Widow Files Wrongful Death Suit Against Wal-Martby Jana Ritter - Published: 2/23/2015
Bonnie Clark, the widow of retired law enforcement officer Wiley Clark, has filed a wrongful lawsuit against Wal-Mart, claiming that both Wal-Mart and Swift Transportation are responsible for her husband's death. In the suit filed last week, Clark’s lawyers say that the truck driver, who works for Swift Transportation, which is a trucking company that works with Wal-Mart, was not only fatigued but that the truck he was driving also had maintenance issues.
January 05, 2018 - Trucker Faces 20 Years After Pleading Guilty To Smuggling Alien Found Dead In Locked Toolbox
January 02, 2018 - Police Identify 2 Oregon Truck Drivers Killed In Fiery Head-On Crash
December 27, 2017 - Iowa First Of Eight States To Debut New Truck Parking Information System
Wiley Clark was a 72-year-old Hawthorne man and recently retired investigator with the Bradford County State Attorney's Office. Bonnie Clark says that she and her husband had just retired together and were starting a new chapter in their lives until he went out for breakfast one Sunday morning last June and never came home. A semi truck struck him head-on not far from his home. Wilbur Peterson had been driving an 18-wheeler driven and crossed a median, killing Wiley Clark and mangling his vehicle in the head-on collision.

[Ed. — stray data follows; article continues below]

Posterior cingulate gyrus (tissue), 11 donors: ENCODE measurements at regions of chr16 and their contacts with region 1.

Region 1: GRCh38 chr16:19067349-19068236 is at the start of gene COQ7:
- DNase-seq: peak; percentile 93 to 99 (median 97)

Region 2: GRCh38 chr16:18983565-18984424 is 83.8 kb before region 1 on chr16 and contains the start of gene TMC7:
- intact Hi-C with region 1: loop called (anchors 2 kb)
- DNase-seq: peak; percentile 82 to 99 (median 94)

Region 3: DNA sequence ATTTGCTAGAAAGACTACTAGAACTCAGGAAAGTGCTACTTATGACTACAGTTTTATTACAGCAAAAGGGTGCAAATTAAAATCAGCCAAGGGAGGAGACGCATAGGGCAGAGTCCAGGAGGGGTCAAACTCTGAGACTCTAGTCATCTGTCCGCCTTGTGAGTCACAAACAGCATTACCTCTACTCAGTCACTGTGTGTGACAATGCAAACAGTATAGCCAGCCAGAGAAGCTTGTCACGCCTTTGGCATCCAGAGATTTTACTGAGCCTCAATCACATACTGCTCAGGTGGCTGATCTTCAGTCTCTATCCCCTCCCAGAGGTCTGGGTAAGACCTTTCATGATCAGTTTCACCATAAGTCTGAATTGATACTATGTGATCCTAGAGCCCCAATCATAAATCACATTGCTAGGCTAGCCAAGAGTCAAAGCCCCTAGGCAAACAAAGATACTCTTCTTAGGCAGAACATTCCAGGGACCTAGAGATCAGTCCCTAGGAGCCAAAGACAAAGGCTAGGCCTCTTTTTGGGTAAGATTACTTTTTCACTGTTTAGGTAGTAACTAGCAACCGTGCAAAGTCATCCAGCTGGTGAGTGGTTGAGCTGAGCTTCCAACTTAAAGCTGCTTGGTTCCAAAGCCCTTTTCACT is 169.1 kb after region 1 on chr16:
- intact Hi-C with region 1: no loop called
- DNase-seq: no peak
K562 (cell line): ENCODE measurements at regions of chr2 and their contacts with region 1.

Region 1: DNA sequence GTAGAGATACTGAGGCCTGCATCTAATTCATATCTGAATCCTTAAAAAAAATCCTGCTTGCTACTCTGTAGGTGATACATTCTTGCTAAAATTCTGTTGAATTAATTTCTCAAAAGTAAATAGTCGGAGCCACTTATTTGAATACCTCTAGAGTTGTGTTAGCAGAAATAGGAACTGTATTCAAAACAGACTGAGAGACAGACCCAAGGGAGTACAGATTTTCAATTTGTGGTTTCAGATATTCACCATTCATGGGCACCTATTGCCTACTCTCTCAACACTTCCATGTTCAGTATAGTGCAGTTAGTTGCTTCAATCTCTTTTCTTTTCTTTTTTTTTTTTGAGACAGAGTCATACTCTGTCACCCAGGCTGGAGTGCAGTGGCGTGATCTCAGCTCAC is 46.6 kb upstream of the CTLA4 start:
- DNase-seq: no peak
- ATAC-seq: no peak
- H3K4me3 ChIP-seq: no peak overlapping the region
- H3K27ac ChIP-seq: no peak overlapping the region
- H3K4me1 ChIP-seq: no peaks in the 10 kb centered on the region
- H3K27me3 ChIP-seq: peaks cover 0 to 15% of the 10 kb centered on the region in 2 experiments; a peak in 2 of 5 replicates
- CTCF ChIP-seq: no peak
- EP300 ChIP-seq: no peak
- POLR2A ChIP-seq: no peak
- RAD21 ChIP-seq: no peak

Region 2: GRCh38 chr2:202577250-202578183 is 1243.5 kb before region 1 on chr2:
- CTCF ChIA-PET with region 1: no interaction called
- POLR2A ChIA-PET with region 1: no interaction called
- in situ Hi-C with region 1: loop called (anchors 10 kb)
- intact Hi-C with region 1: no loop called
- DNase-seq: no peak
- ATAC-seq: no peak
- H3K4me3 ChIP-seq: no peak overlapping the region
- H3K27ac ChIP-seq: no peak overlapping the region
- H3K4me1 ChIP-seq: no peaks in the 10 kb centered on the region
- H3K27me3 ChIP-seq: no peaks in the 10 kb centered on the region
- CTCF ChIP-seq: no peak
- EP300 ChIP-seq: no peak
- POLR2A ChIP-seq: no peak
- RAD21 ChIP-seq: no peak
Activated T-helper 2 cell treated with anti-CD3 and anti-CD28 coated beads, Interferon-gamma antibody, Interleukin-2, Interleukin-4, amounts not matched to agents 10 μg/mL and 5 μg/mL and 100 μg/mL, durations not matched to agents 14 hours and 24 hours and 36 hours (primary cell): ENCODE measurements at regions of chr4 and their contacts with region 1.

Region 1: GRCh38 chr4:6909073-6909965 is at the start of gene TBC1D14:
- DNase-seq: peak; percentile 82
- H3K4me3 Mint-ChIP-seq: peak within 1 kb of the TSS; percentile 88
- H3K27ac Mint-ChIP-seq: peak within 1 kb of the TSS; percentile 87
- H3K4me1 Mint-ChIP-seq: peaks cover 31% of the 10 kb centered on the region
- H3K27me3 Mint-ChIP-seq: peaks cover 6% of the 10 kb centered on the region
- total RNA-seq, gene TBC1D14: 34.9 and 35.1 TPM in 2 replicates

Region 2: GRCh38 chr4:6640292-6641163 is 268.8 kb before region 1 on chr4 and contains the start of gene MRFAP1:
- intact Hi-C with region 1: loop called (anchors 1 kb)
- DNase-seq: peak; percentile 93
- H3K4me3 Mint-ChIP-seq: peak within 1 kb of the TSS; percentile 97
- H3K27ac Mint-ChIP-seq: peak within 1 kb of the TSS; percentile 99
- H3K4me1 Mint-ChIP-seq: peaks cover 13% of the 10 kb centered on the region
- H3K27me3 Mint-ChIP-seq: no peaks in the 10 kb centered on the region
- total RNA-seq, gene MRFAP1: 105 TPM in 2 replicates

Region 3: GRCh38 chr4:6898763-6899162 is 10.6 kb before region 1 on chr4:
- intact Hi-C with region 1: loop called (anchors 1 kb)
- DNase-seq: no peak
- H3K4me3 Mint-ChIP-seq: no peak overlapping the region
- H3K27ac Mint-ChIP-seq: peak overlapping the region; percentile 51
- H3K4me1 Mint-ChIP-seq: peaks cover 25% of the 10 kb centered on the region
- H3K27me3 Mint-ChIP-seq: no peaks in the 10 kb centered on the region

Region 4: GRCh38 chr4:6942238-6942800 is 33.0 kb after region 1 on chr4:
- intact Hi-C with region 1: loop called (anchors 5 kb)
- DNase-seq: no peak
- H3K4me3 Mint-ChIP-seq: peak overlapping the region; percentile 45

“You can’t imagine what it’s like to have two policemen come to your door and tell you that your husband’s dead in a traffic accident and all of sudden you’re making funeral plans instead of travel plans,” says Bonnie Clark said. Bonnie Clark also says it was an accident that simply didn’t have to happen.
According to Clark family attorney, Steve Pajcic, Swift Transportation and Wal-Mart allowed Peterson to operate his rig while he was fatigued. “He had already driven that truck 65 hours in the preceding week and he had been asked to come in and drive for 12 straight nights,” Pajcic explains. He says that he has the driver logs to verify the fact that Peterson was being overworked.
Pajcic also says that Peterson's 18-wheeler was going 17 miles over the speed limit and that the tractor tires were worn down to 1/32nd of an inch, which is a violation of federal standards.
“It really comes down to the bottom line for them. The more you can get out of a driver, then the less you have to pay for the drive, the more profits they make, but we need to tell them with lawsuits like these that they have to pay for mistakes, too.” Pajcic says.
“It’s broken hearts and I don’t want to see other families suffer needlessly,” Bonnie Clark adds. “We need to send a message to these companies that these big trucks can’t be speeding through our little towns.”